White House Seeks To Expand Medicaid Coverage For Home Health Services | #healthcare | #elderly | #seniors
An additional $400 billion is included in a massive jobs and infrastructure package that President Joe Biden unveiled Wednesday. And Wyoming again fails to advance Medicaid expansion.
Biden Pushes For Home Health Medicaid Coverage, $400 Billion In Funding
The Biden administration is calling on Congress to expand access to home and community-based care services covered by Medicaid as part of a multi-billion dollar investment in the “care economy. “The proposal, part of a larger jobs and infrastructure plan unveiled by the White House Wednesday, asks Congress to put $400 billion toward expanding access to home and community-based care for the elderly and people with disabilities. If acted on by Congress, it would represent one of the largest financial investments made in HCBS in a decade at a time when nursing home residents have disproportionately gotten sick and died of COVID-19. (Hellmann and Christ, 3/31)
Will States Resist Fresh Billions For Medicaid Expansion?
When is an offer too good to refuse? In several states, the answer is never, at least when it comes to expanding Medicaid. As part of the most recent federal stimulus, states that haven’t expanded Medicaid under the Affordable Care Act can receive additional matching funds. Rather than paying 10 percent of the cost for new recipients, they’d only have to pay 5 percent over the next two years. Additional subsidies mean they would actually cost themselves money by refusing to expand. Florida, for instance, would come out ahead by $1.25 billion, even after paying its share of expanded coverage. Still, Gov. Ron DeSantis and legislative leaders remain opposed. (Greenblatt, 3/31)
In the states —
Wyoming Public Radio:
Wyoming Medicaid Expansion Fails Again
Once again, the Wyoming legislature has rejected Medicaid expansion. Despite testimony providing overwhelming support for the measure and some federal aid to encourage more states to adopt the program, the Senate Labor and Health Committee voted three to two against the bill. The Wyoming Department of Health estimated that 25,000 state residents would have qualified for health insurance under the program. One of those was Cheyenne resident Marcie Kindred who told the committee that this is the only way many state residents can get health care. She said that’s why so many people of different backgrounds support the bill. (Beck, 3/31)
Senate Committee Kills Medicaid Expansion Bill
Lawmakers have defeated similar proposals for nearly a decade. Advocates hoped this year might be different. Many House Republicans voiced a change of heart after the COVID-19 pandemic and the decline of fossil fuels rocked the state’s economy, leaving many without health coverage. This session was the first in which a bill to expand the program passed a legislative chamber. (Hughes, 3/31)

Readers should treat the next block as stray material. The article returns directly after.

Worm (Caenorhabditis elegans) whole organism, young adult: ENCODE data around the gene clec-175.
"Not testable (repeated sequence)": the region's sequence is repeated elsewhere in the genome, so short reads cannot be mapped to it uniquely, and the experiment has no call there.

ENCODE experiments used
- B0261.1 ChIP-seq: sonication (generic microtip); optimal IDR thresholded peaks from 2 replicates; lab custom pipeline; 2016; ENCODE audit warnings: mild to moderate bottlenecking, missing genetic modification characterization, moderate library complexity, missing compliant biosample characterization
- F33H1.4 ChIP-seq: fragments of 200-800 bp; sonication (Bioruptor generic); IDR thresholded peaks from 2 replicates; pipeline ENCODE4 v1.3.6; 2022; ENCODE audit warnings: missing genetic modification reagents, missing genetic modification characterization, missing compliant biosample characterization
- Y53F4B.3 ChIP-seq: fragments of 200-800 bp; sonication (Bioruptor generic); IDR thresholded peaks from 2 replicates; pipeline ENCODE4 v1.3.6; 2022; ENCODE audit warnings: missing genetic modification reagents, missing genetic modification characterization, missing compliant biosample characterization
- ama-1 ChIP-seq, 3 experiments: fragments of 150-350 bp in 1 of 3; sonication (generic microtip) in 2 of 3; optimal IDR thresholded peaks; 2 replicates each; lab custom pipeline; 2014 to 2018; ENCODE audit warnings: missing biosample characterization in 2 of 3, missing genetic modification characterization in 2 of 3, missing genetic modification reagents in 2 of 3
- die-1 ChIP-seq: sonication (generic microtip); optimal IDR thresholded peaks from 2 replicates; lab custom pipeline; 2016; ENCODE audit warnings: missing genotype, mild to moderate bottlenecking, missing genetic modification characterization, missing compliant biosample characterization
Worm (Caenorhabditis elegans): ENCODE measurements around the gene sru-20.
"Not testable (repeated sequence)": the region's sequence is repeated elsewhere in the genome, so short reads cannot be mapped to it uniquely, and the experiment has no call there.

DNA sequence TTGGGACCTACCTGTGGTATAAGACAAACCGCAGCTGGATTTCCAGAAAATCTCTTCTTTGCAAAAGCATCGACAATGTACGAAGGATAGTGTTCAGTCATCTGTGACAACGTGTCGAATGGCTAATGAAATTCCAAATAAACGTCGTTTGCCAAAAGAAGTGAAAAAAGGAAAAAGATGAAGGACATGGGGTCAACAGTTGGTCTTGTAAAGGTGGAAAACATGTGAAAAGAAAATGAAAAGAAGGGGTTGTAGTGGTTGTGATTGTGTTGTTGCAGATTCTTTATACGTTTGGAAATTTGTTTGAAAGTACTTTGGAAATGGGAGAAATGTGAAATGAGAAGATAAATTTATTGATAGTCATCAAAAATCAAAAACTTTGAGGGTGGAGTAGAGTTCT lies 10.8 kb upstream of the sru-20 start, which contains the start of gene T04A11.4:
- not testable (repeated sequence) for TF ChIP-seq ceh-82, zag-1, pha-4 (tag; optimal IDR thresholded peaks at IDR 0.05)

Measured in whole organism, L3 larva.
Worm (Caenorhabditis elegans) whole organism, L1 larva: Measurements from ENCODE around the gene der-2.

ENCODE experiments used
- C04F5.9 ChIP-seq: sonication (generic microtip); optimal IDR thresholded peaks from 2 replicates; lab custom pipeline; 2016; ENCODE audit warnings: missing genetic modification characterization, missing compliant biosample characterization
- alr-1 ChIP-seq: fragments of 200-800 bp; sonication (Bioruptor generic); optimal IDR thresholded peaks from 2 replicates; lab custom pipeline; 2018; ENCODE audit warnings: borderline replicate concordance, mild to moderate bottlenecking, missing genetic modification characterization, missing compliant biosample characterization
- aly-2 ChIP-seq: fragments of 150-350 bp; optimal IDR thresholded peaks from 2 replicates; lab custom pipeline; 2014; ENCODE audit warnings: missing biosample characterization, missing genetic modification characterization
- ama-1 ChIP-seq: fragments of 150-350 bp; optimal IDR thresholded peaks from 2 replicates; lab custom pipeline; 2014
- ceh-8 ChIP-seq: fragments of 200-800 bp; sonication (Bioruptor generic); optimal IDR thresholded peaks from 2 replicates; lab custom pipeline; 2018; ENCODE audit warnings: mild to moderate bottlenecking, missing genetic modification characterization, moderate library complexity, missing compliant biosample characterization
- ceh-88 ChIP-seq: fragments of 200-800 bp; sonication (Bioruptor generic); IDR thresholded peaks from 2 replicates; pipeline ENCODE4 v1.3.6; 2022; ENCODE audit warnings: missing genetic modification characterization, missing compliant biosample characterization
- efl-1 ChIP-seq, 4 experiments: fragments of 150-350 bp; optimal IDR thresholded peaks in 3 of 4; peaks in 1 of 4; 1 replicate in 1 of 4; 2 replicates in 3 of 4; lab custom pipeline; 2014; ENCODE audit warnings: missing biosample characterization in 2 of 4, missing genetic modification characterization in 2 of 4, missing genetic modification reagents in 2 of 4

Becker’s Hospital Review:
‘A Gut Punch’: Florida Hospitals Slam $500M In Proposed Medicaid Cuts
Florida hospitals are urging lawmakers to reconsider proposed Medicaid cuts that would lower hospital payments by half a billion dollars in the next fiscal year.For the 2021 to 2022 fiscal year, Florida legislators said they are seeking cuts to Medicaid to balance a shortfall caused by the COVID-19 pandemic. The state Senate’s budget proposal calls for a $251 million cut to Medicaid hospital inpatient and outpatient rates, in addition to a $77 million cut in funds for hospitals that serve a disproportionate share of Medicaid patients, according to the State of Reform. (Haeffner, 3/31)
Indiana’s Medicaid Expansion — Designed By Pence And Verma — Panned In Federal Report
Indiana’s Medicaid expansion — with its “personal responsibility” provisions that require enrollees to pay monthly premiums and manage health savings accounts — proved no better at improving health and access to care than other state expansions, a federally commissioned study found. Even when compared with states that did not expand Medicaid, Indiana showed only mixed results in improving the health of low-income residents, the report said. (Galewitz, 4/1)
News Service of Florida:
Florida Backs Off From Removing Ex-Foster Kids From Medicaid
Gov. Ron DeSantis’ administration has quietly backed away from a policy that removed 1,730 former foster children from the state’s Medicaid rolls over the past six years in apparent violation of federal law. Since January, the Department of Children and Families has waived a state policy that required all former foster children to reapply for Medicaid when they turned age 22, even though they continued to qualify for the program until they were 26 under federal law. (Sexton, 3/31)
This is part of the KHN Morning Briefing, a summary of health policy coverage from major news organizations. Sign up for an email subscription.